DOGS OF WAR: THE ALASKA WOLF DEBATE (Backpacker magazine): The most important group of wolves in the country, Denali National Park's Toklat pack, is caught in the crosshairs of opposing passions. On one side: a hunter who once trapped and shot the pack's alpha female. On the other: a biologist who might just hold the key to the Toklat's protection. This video and photo report (viewer discretion advised) includes a link to a Q&A with the author of the full article, which is available only in the magazine's print edition.
Denali wolves wearing snares (Daily News, 4/25/08)
Wolf kill stirs old debate (Daily News, 3/4/05)
Game Board leaves wolf buffer intact (Daily News, 3/11/04)
JEFF KING TO PAY FINE, RESTITUTION FOR ILLEGAL MOOSE KILL (Fairbanks Daily News-Miner): Iditarod champion musher Jeff King on Friday was ordered to pay a $4,000 fine and another $750 in restitution to the National Park Service for illegally killing a moose just inside Denali National Park and Preserve more than a year ago. With tears running down his face as he addressed Federal Magistrate Judge John D. Roberts near the end of the 4-1/2-hour sentencing hearing at the federal courthouse in Fairbanks, King described himself as "humbled and emotionally spent."
NIKISKI WIND PROJECT GETS FAVORABLE REVIEW (Peninsula Clarion): A New York company that has been collecting wind data at a site in Nikiski for a year says conditions appear favorable for a 10-tower wind generation complex near the Tesoro refinery that could one day supply energy to the refinery and to the Southcentral Alaska energy grid through Homer Electric Association.
FAIRBANKS BOROUGH MAYOR CALLS FOR WOOD-STOVE TRADE-IN (Fairbanks Daily News-Miner): Outdoor, wood-fired furnaces and older indoor wood stoves, particularly those that don't burn as hot as newer ones, are linked to the chronic air pollution that has landed Fairbanks in trouble with federal environmental officials.
Also: Interior wood stove fires on the rise (News-Miner)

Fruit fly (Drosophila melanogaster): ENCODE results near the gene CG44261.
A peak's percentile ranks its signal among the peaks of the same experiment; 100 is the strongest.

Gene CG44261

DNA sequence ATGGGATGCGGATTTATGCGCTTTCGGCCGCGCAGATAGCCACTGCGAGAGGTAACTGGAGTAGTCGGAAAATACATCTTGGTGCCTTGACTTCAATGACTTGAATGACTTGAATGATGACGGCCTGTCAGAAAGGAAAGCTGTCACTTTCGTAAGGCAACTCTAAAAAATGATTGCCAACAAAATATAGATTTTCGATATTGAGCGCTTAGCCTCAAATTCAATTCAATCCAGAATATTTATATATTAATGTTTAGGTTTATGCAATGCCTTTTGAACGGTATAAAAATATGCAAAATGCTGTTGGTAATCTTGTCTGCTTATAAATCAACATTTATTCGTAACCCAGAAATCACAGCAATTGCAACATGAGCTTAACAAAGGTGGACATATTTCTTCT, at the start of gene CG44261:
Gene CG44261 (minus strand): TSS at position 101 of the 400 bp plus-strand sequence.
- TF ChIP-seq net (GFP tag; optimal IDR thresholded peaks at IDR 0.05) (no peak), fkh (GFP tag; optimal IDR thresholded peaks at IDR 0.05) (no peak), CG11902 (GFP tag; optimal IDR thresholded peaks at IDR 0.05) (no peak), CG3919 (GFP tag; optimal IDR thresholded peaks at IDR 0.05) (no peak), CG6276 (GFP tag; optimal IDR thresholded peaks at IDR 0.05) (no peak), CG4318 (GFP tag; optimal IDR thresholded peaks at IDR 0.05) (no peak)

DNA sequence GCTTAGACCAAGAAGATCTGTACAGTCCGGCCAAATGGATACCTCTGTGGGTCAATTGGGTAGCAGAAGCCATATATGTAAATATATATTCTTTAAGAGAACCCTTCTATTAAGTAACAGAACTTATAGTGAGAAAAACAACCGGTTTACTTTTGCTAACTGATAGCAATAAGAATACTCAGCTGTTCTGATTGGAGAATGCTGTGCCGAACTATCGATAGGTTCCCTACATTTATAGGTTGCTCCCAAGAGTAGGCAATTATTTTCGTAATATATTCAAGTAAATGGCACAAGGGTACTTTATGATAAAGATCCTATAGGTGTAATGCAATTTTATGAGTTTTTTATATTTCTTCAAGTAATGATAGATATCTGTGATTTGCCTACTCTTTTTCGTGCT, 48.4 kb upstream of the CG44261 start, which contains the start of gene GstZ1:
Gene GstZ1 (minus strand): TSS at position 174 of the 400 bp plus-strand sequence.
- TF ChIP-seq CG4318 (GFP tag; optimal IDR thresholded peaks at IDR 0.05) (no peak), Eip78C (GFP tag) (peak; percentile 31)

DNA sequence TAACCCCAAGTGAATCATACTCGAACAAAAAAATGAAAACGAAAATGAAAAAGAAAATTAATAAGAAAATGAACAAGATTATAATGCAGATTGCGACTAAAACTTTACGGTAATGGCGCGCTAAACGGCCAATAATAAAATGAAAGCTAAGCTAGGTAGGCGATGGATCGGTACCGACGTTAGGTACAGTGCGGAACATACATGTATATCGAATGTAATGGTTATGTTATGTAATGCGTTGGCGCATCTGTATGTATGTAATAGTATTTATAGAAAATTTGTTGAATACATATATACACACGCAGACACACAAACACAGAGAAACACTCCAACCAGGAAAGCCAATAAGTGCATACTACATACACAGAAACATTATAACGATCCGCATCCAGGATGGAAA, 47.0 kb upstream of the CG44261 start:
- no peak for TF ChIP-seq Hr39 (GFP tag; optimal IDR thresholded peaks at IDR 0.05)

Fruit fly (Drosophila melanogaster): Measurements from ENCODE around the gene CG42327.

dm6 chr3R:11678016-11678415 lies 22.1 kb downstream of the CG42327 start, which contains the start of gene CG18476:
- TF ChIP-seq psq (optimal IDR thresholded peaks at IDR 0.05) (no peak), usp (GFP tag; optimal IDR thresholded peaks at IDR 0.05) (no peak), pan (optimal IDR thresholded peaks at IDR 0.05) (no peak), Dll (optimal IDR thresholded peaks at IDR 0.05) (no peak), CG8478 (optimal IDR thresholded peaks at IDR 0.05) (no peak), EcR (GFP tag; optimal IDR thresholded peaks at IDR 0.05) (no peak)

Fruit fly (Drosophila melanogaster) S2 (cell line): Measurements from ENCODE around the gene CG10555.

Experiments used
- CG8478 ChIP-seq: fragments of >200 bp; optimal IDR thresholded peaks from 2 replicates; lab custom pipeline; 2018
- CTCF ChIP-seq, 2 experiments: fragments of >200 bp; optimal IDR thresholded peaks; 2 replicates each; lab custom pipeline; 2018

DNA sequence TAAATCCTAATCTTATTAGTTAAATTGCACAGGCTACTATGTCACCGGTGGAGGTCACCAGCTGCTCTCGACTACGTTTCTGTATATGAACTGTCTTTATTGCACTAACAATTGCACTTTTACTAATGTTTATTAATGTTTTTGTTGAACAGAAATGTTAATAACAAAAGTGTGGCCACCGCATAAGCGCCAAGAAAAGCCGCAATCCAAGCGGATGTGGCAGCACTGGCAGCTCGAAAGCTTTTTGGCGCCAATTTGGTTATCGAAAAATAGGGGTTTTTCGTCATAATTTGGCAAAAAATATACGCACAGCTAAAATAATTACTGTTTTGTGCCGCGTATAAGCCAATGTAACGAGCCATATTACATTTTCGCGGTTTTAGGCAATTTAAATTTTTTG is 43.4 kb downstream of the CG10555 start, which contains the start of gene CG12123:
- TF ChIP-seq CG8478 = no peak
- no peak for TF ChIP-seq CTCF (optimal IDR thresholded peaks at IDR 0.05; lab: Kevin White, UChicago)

GRAVEL COULD STILL GET FEDERAL MATCHING FUNDS (CQ Politics): Democratic presidential candidate Mike Gravel, the former Alaska senator, could apparently get federal matching funds for his unsuccessful 2008 presidential bid, thanks to a vote by the Federal Election Commission that overruled an opinion by the agency's counsel. He can thank the three Republicans on the six-member panel for his potential windfall.
UNALAKLEET SEWING CIRCLE MAINTAINS CENTURY-OLD TRADITION (KNOM, Nome): a Unalakleet organization this past weekend hosted an annual holiday gathering with a long and rich history.
THE FORCE IS WITH HOUSTON (Mat-Su Frontiersman): It seems the tiny Houston Police Department's hiatus was short-lived. Two new hirings prove officers in Alaska's far-flung municipalities can be drawn to a new police department, even one as small as Houston's, if it's closer to modern conveniences accessible by road, the mayor said.
EXXON VALDEZ VICTIMS FINALLY GETTING PAYOUT (Los Angeles Times): A little less than 20 years ago, Mike Webber of Cordova was king of his own watery world. He was 28 years old, with three herring fishing boats. He leased another boat for halibut and gillnetted the fat salmon that made Prince William Sound one of the most legendary fisheries in the world. Then came the 1989 Exxon Valdez oil spill.
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HIGHLIGHTS FROM RECENT NEWSREADERS:
Cell phones all the rage in village Alaska (Alaska Newspapers)
Ghost bike of C Street (Anchorage Press)
Permanent Fund quietly shifts strategies (Juneau Empire)
Reason for Fairbanks man's Colorado killing spree unknown (Fairbanks Daily News-Miner)
Polar dinosaurs didn't flee cold, dark winters (LiveScience)
Wide-awake grizzlies spook Bettles (Fairbanks Daily News-Miner)